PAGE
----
Most major manufacturers say their wearables are “unisex.” What they really mean is “made for men.”
Take the LG G Watch R or the Moto 360 for instance. Put either on a man’s wrist and you’ll say, “Wow, what an attractive smartwatch!” Place it on a woman’s wrist though, and presto: It’s ugly as homemade sin. Companies need to stop pretending that wearables built by men, for men, can also work for women. They can’t.
Women are the ideal customer base for wearables.
These projects, typically led by women, focus their attention exclusively on smart jewelry and attractive wearables that are specifically made for women. Ringly, Cuff, Plumora, MEMI, Mota Smartring, Ear-o-Smart, and many other projects like them all got their start on crowd-funding sites, and most of them focus on making smart devices that disguise themselves as pieces of attractive jewelry. More often than not, these projects exceed their funding goals and receive tons of attention from the media.
Why, you may ask? Well, it’s simple. Women want attractive wearables. Sure, ladies aren’t typically early adopters of high-tech devices, but they most certainly are the first in line for cute, functional accessories and often wear several pieces of jewelry and watches every day. We are the ideal customer base for wearables.
Apple is going after women more than it’s going after men.
Manufacturers need to make attractive, useful wearables with women in mind, and offer variety. A one-size-fits-all mentality doesn’t work — especially for women. If you’re going to make a smart necklace, bracelet, or ring, you better make it in gold AND silver, with both shiny and matte finishes. If you’re going to add a gem, offer different colors and a variety of stones.
So far, no company has grasped this concept better than Apple. Although the Apple Watch isn’t available yet, Cupertino has made it clear that it is targeting the fashion-forward crowd. The Apple Watch has graced the cover of Vogue and made the rounds at Paris Fashion Week. If anything, Apple is going after women more than it’s going after men. The company has yet to grant a tech publication an interview, but Jony Ive and other Apple executives are happy to talk to Vogue and Marie Claire about design.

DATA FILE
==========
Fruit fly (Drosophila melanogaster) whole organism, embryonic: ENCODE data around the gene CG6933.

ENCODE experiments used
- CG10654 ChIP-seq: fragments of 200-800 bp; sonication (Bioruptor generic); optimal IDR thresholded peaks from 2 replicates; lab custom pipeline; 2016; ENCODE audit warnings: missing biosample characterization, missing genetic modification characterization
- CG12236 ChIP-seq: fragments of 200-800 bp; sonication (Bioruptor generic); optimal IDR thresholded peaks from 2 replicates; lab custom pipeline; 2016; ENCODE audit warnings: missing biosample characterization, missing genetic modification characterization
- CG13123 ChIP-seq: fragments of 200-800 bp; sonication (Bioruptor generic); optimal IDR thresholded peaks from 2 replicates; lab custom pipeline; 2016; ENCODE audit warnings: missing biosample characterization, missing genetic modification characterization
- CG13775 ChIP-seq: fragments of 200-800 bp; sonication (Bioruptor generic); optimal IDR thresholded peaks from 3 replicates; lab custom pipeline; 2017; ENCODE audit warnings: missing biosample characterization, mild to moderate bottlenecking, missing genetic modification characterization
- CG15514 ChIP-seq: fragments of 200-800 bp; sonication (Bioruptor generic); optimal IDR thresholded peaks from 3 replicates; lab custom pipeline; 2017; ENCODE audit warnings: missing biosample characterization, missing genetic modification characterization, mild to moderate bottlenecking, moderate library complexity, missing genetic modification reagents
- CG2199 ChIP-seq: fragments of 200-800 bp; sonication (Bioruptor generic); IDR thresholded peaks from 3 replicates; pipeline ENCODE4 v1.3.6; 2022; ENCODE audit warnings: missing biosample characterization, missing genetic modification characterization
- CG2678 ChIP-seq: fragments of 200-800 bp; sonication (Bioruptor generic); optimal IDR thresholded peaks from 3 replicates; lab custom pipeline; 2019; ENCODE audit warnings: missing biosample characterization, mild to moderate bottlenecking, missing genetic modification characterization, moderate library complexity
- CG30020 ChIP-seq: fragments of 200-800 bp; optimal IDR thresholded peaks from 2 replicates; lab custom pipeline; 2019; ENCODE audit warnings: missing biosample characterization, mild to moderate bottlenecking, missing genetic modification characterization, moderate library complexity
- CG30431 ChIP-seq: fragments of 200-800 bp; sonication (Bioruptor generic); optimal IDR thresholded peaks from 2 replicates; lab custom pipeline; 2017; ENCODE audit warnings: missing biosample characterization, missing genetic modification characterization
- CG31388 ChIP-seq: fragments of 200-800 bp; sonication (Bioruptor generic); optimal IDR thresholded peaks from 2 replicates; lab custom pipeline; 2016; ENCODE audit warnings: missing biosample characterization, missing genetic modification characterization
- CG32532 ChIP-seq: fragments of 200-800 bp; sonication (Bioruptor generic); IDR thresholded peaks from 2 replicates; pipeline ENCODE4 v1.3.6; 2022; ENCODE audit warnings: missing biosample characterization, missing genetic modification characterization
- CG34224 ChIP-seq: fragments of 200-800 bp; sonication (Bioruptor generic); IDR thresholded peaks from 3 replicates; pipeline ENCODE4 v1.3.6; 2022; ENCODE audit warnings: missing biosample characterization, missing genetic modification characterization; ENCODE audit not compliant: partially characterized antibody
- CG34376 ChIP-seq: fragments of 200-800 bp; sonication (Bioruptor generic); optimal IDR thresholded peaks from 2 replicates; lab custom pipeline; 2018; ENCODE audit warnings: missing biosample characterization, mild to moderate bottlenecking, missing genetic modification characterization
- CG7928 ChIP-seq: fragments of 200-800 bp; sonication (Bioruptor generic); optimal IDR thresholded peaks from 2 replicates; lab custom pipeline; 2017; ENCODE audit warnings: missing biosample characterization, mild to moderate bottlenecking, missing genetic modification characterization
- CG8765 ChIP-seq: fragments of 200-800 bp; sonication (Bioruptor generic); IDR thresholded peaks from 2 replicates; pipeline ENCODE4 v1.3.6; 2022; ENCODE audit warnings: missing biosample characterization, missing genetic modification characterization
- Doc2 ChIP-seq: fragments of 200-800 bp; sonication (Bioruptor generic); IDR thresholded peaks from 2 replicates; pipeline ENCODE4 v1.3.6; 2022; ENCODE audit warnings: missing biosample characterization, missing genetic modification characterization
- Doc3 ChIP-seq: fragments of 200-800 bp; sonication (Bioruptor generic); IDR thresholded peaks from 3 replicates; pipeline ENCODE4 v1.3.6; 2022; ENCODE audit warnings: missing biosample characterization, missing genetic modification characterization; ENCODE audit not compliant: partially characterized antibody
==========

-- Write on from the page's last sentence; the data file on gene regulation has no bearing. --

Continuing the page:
But more important, Apple is offering the Watch in multiple sizes. The smaller size will look sleeker on women’s smaller wrists, and the watch casing comes in real gold and other color options too. Better still, Apple has an entire selection of colorful, premium bands, all with different clasps. The Watch may be square, but it has a lot more style than most other smartwatches. In the end, you can personalize the Apple Watch to suit your style. This alone will make it more appealing to women.
If Apple’s first wearable becomes a hit with both men and women, it will have achieved something no other smartwatch has managed yet: mainstream popularity. To hit the mainstream, you need women. Apple’s rivals are starting to take notice. Samsung introduced the Gear S smartwatch at IFA 2014, which is essentially a bangle with a screen on it. Once the company popped Swarovski crystals on it, the Gear S was positively feminine. Yes, it’s flashy, absurdly big, and bulky, but feminine at least.
Intel has gone the same route with MICA. The large bangle is made of snakeskin and precious gems, but it has a touchscreen nestled on the back where only the wearer can see it. However, that’s the only thing about MICA that’s discrete. The device has shiny gold accents and looks much larger than something most women would wear – especially in a boardroom. Nonetheless, it’s a step in the right direction.
It’s a good start, but more big-name companies need to get in the game. Samsung, LG, Motorola, Apple, and Intel have the money to run ad campaigns in fashion magazines, on TV, and elsewhere to let women know that beautiful wearables are out there. Many of these companies also have the advantage of brick-and-mortar storefronts where they can put their bangles and bracelets on display.
If the Apple Watch manages to convince both men and women that wearables are cool, and gorgeous Kickstarter projects keep pushing the bar higher, the doors are wide open for a wearable tech boom in 2015.
I look forward to the day when I can strap a smartwatch on my wrist, say, “It’s really nice. I’d totally wear it” — and actually mean it.
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